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Global Immunizations Much Lower This Year, WHO Reports

Global Immunizations Much Lower This Year, WHO Reports
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Global Immunizations Much Lower This Year, WHO Reports

Wars, disease, even personal choice have left children around the world, in rich countries and in poor, underimmunized. The World Health Organization says progress toward global vaccination targets for this year are far off track.

"One out of five children is missed out of routine immunization," said the WHO's Dr. Jean-Marie Okwo-Bele, a public health expert.

In practical terms, this means that 1.5 million children will most likely die from preventable diseases, such as polio, measles and tetanus.

It wasn't until mid-April that immunization programs started up again in the Ebola-stricken countries of West Africa. The WHO said most of the children who are missing their immunizations live in the world's poorest countries.

But some live in rich countries like the United States. The U.S. weathered a measles outbreak that started at the Disneyland amusement park in California last December and lasted until mid-April. Measles can kill. It can also cause blindness, hearing loss and permanent brain damage.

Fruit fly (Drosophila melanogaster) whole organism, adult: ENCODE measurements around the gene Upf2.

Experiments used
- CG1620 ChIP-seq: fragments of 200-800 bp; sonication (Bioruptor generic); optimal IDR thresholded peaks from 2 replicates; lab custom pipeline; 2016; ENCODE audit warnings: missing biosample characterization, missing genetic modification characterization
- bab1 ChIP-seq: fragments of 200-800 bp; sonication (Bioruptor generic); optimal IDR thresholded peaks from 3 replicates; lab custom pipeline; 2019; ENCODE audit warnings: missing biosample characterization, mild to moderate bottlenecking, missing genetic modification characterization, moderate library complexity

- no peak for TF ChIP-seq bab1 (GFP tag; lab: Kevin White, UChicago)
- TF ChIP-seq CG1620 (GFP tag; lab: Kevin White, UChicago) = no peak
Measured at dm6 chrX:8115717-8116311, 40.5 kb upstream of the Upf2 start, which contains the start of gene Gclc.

Some parents, however, are lobbying for the right to decide whether to vaccinate. Many such parents are concerned that vaccines can cause autism, despite several studies that show it does not.

Yet another study disproving any connection between autism and a vaccine against measles and mumps has been published in the Journal of the American Medical Association. This study followed nearly 100,000 children who had been vaccinated up until the age of 5.

Dr. Anjali Jain of the Lewin Group, a health care consulting firm in Falls Church, Virginia, led the study. She said that "we found no evidence of a harmful association between the MMR vaccine and autism spectrum disorders."

On a positive note, the Americas are now free of rubella, a viral disease similar to measles. That's according to the Pan American Health Organization, which is part of the WHO.

The WHO aims to eliminate rubella from another region by the end of this year and redouble its efforts to make sure more children get the vaccinations they need to stay healthy and lead productive lives.